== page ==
A NEW REPORT, released on Monday, says that the Church of England should no longer delay to implement its decision to consecrate women as bishops. It warns, though, that the process is likely to take until 2014.
The report (digest here) has been produced by a group under the chairmanship of the Bishop of Manchester, the Rt Revd Nigel McCulloch. The group was commissioned by the General Synod in 2006 to review the practical steps needed to introduce women bishops into the C of E, in fulfilment of earlier Synod votes that this should be done.
The report sets out a series of options, some of which, it says, go to the very heart of what sort of Church the C of E wishes to be. “Far better that those issues are faced calmly, honestly, and prayerfully now than that the Synod should set off down a road which may, ultimately, fail to command sufficient consensus,” it suggests.
Options before the Synod range from proceeding with no legal agreements for those opposed, to the creation of additional, non-geographical dioceses. Four variations of a “middle way” transfer progressively more of a bishop’s authority within existing structures.
The report will go first to a residential meeting of the House of Bishops, from 19 to 20 May, at which they will decide how to put the matter before the Synod.
If the Synod were able to make a decision in July, first consideration of the legislation could be expected in February 2009. If the revision stage could be completed in 2010, a legislative package could be referred to dioceses in the lifetime of the present Synod. A new Synod could take it up in July 2011 or, more likely, February 2012. But even if each stage was taken as expeditiously as possible, women would be unlikely to be consecrated before 2014.
The Church in Wales put the matter aside last month after failing to achieve a two-thirds majority in the House of Clergy in favour of women’s ordination as bishops. The option of mothballing it in the Church of England had not been part of the working party’s brief, Bishop McCulloch said on Monday.
“We are in a much more complex situation than the Church in Wales. The Church of England is more a microcosm of the Anglican Communion, with so many differing viewpoints, each held with considerable backing,” he said.
“I do feel that this is such a major issue that, at some point, the matter does have to be faced. I’m not persuaded there would be any advantage gained for anyone by simply kicking the whole matter into touch at this time.”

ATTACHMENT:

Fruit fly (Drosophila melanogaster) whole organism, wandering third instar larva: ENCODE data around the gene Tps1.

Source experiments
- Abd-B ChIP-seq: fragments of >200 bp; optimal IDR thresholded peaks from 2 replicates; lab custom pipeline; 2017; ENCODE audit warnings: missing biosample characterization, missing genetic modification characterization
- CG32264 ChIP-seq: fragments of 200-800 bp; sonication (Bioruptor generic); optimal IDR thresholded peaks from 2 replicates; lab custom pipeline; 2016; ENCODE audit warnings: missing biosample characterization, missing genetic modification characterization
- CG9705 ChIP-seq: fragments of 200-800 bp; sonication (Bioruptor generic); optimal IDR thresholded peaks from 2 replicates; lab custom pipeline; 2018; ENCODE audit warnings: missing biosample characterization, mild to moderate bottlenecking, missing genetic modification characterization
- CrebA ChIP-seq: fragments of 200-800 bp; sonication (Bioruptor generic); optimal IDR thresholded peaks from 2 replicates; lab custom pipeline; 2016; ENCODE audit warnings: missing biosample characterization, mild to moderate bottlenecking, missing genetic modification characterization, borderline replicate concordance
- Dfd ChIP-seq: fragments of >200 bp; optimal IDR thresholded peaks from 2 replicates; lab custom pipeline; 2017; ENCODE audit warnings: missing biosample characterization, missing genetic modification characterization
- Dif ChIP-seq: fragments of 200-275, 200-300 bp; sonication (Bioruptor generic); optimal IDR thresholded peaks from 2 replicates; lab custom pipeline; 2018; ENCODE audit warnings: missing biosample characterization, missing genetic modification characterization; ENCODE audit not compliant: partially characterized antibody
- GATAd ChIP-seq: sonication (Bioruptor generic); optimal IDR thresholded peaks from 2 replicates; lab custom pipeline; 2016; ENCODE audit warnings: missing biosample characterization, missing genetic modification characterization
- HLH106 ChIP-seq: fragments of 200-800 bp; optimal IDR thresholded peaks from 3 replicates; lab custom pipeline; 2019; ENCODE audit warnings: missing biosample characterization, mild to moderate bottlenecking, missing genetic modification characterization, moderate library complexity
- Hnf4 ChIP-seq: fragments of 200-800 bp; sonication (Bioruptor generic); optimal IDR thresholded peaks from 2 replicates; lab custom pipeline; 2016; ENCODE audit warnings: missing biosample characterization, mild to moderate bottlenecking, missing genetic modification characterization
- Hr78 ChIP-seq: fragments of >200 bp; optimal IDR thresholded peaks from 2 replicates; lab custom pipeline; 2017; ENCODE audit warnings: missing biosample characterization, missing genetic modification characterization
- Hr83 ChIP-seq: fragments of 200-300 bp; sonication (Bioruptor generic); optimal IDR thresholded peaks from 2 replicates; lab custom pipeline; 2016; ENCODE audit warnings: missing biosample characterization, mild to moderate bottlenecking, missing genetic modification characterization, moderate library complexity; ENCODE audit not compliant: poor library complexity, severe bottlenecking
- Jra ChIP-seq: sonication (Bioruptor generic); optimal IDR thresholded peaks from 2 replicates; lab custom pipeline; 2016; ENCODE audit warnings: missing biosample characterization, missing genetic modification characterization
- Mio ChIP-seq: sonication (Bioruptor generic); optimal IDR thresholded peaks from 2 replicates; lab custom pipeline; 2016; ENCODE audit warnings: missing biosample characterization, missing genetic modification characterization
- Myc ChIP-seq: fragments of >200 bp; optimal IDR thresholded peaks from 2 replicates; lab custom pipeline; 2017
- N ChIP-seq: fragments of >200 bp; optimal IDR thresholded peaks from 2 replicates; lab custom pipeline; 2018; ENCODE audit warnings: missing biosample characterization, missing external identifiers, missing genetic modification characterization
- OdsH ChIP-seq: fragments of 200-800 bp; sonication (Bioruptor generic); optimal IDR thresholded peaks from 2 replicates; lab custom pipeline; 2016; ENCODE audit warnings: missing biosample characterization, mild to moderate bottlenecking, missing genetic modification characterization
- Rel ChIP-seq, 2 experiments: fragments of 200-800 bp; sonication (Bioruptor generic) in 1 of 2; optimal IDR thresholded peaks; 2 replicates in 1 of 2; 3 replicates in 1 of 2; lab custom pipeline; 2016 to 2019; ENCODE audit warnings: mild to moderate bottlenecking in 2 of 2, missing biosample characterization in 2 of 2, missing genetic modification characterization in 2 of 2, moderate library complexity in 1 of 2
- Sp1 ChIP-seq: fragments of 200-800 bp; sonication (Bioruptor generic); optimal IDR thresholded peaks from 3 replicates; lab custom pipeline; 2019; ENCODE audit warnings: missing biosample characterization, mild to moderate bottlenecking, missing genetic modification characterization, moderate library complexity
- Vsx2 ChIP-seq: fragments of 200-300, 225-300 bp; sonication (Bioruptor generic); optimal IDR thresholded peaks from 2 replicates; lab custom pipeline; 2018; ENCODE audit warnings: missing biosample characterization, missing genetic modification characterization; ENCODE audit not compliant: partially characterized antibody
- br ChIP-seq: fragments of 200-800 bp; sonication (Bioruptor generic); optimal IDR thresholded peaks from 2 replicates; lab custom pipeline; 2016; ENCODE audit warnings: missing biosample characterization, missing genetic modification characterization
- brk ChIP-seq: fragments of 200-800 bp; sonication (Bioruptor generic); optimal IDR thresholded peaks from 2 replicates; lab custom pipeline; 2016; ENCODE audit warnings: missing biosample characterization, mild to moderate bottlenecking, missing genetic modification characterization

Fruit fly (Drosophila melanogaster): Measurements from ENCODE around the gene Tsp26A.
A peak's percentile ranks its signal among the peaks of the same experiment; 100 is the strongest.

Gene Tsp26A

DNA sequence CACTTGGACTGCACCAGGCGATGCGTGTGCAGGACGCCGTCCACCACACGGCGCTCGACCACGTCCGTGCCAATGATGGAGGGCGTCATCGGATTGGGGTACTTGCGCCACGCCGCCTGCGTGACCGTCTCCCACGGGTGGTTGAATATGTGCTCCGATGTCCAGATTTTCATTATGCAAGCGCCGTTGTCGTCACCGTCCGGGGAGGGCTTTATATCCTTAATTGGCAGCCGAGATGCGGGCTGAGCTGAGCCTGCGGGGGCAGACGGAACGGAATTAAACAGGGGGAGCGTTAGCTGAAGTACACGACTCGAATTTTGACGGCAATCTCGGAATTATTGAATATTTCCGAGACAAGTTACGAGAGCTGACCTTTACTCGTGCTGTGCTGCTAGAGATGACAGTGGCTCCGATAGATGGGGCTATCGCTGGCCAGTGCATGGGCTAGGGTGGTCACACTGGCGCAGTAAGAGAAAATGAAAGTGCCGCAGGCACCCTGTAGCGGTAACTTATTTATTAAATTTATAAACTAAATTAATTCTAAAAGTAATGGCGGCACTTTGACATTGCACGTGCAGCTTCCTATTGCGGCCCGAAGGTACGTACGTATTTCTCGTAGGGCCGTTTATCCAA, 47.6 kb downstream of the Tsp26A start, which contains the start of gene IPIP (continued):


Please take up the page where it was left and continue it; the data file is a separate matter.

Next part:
Early responses this week indicated approval of the report’s comprehensive and analytical nature.
The option of a simple Measure, making no provision for those who object, was strongly commended on Monday by WATCH (Women and the Church).
Christina Rees, who chairs WATCH, took issue with the report’s view that “proceeding with legislation that removed the earlier safeguards would trigger a period of uncertainty and turbulence within the C of E.” The past 20 years had hardly been a “period of calm and a golden era”, she suggested.
“This would end the uncertainty for the 2000-plus women in orders in the Church, and for the vast majority of church members who find nothing problematical with women in holy orders.” She described 2014 as “a rather gloomy prediction”.
Forward in Faith and the Catholic Group on General Synod have been opposed to this option from the outset, believing such a course would unquestionably “fail to command any degree of consensus whatsoever”.
They said in a joint statement: “We believe that consensus will only be achieved if arrangements are made which are acceptable to those for whom they are intended, and which will . . . ‘remain in perpetuity’ for as long as they are needed.”
The chairman of Affirming Catholicism, Jonathan Clark, said that his group’s criteria were “definitely there in the mix. We are committed to the continuing diversity of the Church as one body, and want a solution for those unhappy with the decision to have a full place in the Church, without wanting to create no-go areas or little places where people can pretend it hasn’t happened.” Mr Clark was glad to see that the idea of a third province had been “quietly laid to one side”.
The Revd Rod Thomas, who chairs the conservative Evangelical group Reform, said on Wednesday: “It’s very important that any provision made for those who dissent to the idea of female bishops actually meets their needs rather than being just an offering of crumbs from the hierarchy.”
Mr Thomas acknowledged that the only option he felt would satisfy Evangelicals — the transfer of legal authority to an acceptable bishop (called a “complementary bishop” in the report) — had caused “consternation” elsewhere in the Church when it was discussed under the earlier TEA proposals. “But it has to be recognised that, unless that is the one pursued, there is every prospect that any legislative endeavour that finally comes before Synod will be turned down.”
Reform would, however, be urging the House of Bishops to think again about whether this was the right time to bring forward legislative proposals at all.
Should provision be made for those who oppose women bishops on principle?